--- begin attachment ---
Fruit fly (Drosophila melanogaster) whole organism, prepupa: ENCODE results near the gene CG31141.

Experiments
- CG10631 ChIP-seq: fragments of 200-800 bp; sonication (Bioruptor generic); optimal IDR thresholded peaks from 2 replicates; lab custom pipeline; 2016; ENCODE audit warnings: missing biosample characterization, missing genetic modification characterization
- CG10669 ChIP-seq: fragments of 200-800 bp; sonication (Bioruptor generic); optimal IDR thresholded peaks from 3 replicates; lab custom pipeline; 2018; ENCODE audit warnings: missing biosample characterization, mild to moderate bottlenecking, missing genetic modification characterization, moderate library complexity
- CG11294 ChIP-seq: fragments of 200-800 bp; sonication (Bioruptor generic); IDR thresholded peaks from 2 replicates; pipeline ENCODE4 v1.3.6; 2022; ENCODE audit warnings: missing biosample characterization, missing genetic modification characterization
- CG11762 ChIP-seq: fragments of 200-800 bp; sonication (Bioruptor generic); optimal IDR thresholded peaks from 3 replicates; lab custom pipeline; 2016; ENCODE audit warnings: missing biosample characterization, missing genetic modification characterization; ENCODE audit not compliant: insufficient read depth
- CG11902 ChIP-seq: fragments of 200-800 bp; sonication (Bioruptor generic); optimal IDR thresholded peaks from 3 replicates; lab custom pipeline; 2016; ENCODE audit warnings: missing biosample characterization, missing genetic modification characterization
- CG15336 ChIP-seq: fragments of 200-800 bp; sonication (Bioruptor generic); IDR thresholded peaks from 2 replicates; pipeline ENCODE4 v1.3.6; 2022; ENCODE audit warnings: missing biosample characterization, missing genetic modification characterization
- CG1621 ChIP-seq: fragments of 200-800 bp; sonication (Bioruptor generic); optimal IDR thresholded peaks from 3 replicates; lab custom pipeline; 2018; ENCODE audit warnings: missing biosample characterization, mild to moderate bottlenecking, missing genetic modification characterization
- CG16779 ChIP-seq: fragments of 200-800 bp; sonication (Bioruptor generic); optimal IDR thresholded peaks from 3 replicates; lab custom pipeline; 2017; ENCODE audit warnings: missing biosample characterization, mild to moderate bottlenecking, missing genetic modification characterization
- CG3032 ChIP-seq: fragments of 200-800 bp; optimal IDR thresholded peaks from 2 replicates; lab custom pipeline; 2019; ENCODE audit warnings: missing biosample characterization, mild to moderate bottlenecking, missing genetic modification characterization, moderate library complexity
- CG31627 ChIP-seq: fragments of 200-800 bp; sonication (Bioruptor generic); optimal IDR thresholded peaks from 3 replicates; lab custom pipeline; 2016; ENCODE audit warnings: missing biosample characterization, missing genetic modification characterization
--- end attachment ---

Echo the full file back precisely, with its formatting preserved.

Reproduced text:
Fruit fly (Drosophila melanogaster) whole organism, prepupa: ENCODE results near the gene CG31141.

Experiments
- CG10631 ChIP-seq: fragments of 200-800 bp; sonication (Bioruptor generic); optimal IDR thresholded peaks from 2 replicates; lab custom pipeline; 2016; ENCODE audit warnings: missing biosample characterization, missing genetic modification characterization
- CG10669 ChIP-seq: fragments of 200-800 bp; sonication (Bioruptor generic); optimal IDR thresholded peaks from 3 replicates; lab custom pipeline; 2018; ENCODE audit warnings: missing biosample characterization, mild to moderate bottlenecking, missing genetic modification characterization, moderate library complexity
- CG11294 ChIP-seq: fragments of 200-800 bp; sonication (Bioruptor generic); IDR thresholded peaks from 2 replicates; pipeline ENCODE4 v1.3.6; 2022; ENCODE audit warnings: missing biosample characterization, missing genetic modification characterization
- CG11762 ChIP-seq: fragments of 200-800 bp; sonication (Bioruptor generic); optimal IDR thresholded peaks from 3 replicates; lab custom pipeline; 2016; ENCODE audit warnings: missing biosample characterization, missing genetic modification characterization; ENCODE audit not compliant: insufficient read depth
- CG11902 ChIP-seq: fragments of 200-800 bp; sonication (Bioruptor generic); optimal IDR thresholded peaks from 3 replicates; lab custom pipeline; 2016; ENCODE audit warnings: missing biosample characterization, missing genetic modification characterization
- CG15336 ChIP-seq: fragments of 200-800 bp; sonication (Bioruptor generic); IDR thresholded peaks from 2 replicates; pipeline ENCODE4 v1.3.6; 2022; ENCODE audit warnings: missing biosample characterization, missing genetic modification characterization
- CG1621 ChIP-seq: fragments of 200-800 bp; sonication (Bioruptor generic); optimal IDR thresholded peaks from 3 replicates; lab custom pipeline; 2018; ENCODE audit warnings: missing biosample characterization, mild to moderate bottlenecking, missing genetic modification characterization
- CG16779 ChIP-seq: fragments of 200-800 bp; sonication (Bioruptor generic); optimal IDR thresholded peaks from 3 replicates; lab custom pipeline; 2017; ENCODE audit warnings: missing biosample characterization, mild to moderate bottlenecking, missing genetic modification characterization
- CG3032 ChIP-seq: fragments of 200-800 bp; optimal IDR thresholded peaks from 2 replicates; lab custom pipeline; 2019; ENCODE audit warnings: missing biosample characterization, mild to moderate bottlenecking, missing genetic modification characterization, moderate library complexity
- CG31627 ChIP-seq: fragments of 200-800 bp; sonication (Bioruptor generic); optimal IDR thresholded peaks from 3 replicates; lab custom pipeline; 2016; ENCODE audit warnings: missing biosample characterization, missing genetic modification characterization